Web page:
Your vitamin D can be tested in a blood test which measures its content (25-OH vitamin D). 25(OH)D is the main metabolite of it in the blood. Two main forms of 25(OH)D are cholecalciferol (D3) and ergocalciferol (D2). D3 is mainly formed in our skin under ultra-violet rays, while the source of D2 is food. Significantly, 25(OH)D concentration is made up of these two components, both forms are measured equimolarly. 25(OH)D is considered the best indicator of vitamin D in the body.
Sun Exposure and Vitamin D
As mentioned above, you can get enough vitamin D in daily sun exposure. It happens because sunlight enables our body to synthesize it from cholesterol. To achieve this effect, some scientists recommend exposing about a third of your skin to the sun. This means that for most fair-skinned people, wearing a T-shirt and shorts for 10-30 minutes three times a week during the summer will be sufficient10. People with darker skin may need a bit longer than this.
However, a Korean study did not confirm the effectiveness of this recommendation. The experiment was Korean adults aged 20–49 years with serum 25-hydroxyvitamin D (25[OH]D) levels of < 20 ng/mL11.
The results showed that the sunlight exposure group showed a slight increase in serum 25(OH)D level. The sunlight exposure group had sunlight exposure on 20% to 30% of their body surface areas for 30–60 minutes per day, 3 times a week during the summer season.
Let’s see how much of vitamin D can be obtained through sunbathing? A Norway study found that 30 minutes of midday summer sun exposure of the whole skin is equivalent to taking 10,000-20,000 IU vitamin D orally12. At the same time, the winter levels of vitamin D are 10 to 100% lower than the summer levels. That means people in Norway cannot get vitamin D from sunlight between October and March.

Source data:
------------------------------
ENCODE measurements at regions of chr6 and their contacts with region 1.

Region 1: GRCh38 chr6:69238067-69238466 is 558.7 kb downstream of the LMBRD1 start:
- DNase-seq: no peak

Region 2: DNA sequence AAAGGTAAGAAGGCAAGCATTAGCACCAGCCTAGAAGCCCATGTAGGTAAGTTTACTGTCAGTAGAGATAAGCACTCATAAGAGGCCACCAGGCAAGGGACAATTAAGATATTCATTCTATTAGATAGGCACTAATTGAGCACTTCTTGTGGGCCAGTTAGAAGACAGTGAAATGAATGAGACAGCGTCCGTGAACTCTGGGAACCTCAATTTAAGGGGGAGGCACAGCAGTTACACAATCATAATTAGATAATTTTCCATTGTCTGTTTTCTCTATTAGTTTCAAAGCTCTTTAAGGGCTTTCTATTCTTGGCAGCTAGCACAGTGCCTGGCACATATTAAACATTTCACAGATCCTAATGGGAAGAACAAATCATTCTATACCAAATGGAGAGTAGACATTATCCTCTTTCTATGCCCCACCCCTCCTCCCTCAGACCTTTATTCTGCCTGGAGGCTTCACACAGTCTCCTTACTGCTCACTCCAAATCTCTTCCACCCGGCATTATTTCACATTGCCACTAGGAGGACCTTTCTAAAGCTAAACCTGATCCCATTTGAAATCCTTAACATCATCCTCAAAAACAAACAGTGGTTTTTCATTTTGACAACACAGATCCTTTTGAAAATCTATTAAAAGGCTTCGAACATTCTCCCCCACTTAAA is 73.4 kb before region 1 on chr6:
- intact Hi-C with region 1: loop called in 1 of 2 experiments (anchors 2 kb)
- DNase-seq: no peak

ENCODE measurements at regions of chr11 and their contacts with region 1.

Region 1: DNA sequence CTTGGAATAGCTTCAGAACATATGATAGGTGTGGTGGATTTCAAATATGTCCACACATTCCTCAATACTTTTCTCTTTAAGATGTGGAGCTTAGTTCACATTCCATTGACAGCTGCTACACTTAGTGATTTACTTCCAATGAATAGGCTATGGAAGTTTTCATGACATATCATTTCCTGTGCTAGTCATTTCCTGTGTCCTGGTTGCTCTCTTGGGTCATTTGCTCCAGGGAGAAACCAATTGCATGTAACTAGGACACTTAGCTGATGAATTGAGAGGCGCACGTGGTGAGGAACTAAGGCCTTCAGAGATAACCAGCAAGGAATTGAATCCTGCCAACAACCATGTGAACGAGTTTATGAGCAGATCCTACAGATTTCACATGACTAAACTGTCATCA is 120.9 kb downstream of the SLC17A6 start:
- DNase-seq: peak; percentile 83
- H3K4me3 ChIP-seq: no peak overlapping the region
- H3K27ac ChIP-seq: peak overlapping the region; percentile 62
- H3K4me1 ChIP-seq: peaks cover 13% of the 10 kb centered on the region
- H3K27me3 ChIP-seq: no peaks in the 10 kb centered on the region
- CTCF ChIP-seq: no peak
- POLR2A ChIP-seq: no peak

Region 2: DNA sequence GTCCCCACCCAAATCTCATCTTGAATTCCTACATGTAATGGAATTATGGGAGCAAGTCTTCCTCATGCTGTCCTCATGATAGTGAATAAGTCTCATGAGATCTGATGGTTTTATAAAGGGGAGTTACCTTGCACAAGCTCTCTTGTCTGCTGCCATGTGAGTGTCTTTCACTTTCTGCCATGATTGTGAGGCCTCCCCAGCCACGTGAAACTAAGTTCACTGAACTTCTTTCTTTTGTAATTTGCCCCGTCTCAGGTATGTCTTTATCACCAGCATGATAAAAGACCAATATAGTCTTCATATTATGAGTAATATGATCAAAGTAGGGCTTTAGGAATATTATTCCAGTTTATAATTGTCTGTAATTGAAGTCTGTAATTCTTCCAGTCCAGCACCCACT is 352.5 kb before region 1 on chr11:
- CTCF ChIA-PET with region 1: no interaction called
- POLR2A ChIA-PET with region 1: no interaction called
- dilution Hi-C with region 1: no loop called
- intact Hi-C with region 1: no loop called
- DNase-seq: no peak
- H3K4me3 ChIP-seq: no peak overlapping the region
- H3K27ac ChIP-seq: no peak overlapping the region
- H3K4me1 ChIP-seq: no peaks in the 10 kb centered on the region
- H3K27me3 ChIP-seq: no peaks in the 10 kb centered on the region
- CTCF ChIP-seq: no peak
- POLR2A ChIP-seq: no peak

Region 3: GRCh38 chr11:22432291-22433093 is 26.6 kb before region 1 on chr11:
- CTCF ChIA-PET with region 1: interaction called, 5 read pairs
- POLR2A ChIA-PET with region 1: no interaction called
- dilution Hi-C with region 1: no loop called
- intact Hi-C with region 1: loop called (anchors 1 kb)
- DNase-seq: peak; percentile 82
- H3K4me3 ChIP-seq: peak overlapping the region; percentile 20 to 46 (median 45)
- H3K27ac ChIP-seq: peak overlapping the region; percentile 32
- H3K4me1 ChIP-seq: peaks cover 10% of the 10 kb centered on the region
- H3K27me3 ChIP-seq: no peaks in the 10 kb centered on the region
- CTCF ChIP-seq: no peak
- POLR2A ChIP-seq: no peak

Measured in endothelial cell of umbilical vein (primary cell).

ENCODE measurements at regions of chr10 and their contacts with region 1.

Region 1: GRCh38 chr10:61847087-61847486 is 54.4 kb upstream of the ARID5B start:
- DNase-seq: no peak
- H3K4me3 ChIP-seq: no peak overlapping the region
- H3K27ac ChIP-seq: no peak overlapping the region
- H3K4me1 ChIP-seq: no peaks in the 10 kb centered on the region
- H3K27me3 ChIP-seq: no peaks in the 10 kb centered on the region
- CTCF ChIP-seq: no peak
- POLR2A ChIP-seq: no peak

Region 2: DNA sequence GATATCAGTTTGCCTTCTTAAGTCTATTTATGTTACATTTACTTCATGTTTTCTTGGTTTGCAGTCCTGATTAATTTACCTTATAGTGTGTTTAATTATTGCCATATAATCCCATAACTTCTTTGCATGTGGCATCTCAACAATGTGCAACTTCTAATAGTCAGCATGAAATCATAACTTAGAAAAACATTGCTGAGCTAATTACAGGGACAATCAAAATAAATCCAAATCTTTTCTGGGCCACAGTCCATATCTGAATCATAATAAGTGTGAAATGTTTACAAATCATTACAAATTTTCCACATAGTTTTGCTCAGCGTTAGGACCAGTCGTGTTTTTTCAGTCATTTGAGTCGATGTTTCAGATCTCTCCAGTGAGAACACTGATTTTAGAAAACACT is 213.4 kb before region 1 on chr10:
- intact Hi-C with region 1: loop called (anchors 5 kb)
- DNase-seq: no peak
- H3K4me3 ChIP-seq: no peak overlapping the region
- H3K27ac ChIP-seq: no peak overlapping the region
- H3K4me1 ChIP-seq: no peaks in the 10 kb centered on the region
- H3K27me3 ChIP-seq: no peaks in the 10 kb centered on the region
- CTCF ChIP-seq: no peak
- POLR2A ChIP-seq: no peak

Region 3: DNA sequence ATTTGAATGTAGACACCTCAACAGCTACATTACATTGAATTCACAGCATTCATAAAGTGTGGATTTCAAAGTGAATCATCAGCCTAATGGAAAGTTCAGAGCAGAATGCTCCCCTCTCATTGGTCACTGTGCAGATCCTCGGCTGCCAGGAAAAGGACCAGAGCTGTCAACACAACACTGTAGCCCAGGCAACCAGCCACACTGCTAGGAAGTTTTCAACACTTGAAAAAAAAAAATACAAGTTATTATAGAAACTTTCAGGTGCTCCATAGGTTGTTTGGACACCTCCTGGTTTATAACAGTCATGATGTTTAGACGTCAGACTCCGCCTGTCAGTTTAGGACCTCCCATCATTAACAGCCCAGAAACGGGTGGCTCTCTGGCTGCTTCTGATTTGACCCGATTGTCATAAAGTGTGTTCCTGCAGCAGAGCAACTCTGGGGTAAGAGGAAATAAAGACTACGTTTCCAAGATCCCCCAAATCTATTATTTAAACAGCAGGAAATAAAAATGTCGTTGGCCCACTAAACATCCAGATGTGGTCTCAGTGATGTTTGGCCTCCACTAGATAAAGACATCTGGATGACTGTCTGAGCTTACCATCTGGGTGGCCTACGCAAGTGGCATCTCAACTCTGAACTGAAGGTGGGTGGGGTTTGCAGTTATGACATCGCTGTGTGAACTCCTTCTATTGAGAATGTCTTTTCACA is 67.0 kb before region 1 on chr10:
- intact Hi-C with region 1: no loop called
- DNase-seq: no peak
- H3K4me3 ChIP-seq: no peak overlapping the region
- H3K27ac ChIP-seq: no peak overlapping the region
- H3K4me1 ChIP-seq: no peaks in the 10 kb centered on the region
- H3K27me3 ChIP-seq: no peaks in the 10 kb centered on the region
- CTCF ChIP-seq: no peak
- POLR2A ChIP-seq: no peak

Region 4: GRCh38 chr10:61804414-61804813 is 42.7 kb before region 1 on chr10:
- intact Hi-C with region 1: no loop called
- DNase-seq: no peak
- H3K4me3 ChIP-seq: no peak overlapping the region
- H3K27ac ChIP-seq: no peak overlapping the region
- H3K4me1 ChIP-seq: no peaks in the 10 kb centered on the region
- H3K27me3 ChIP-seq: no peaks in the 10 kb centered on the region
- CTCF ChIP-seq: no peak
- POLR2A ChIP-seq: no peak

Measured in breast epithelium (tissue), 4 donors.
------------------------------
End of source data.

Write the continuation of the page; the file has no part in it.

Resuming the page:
There are a lot of factors that can affect your ability to make vitamin D from sunlight. Firstly, it depends on how sensitive your skin is to sunlight. Other factors include the time of day, your skin color, and how far you live from the equator. Secondly, it should be taken into account how much skin you expose to sunlight and whether you’re wearing sunscreen.
Does sunscreen reduce vitamin D production?
Since we mentioned sunscreen, let’s see how it affects vitamin D. Some studies estimate that sunscreen of SPF 30 or more reduces vitamin D production in the body by about 95–98%13. However, several studies have shown that wearing sunscreen has a small impact on your blood levels during the summer141516. Perhaps the differing results are related to different factors and the duration of the experiments. Another possible explanation is that even though you are wearing sunscreen, staying in the sun for a longer period may cause enough vitamin D to be made. Anyway, the effect of sunscreens on circulating vitamin D levels remains debated.
In conclusion, in order to resolve the dilemma of sunscreens, you may try going without sunscreen for just the first 10–30 minutes. This period should depend on how sensitive your skin is to sunlight. And then you need to apply sunscreen before you start burning.
This article was last reviewed on 12 March 2020. This article was last modified on 10 February 2020.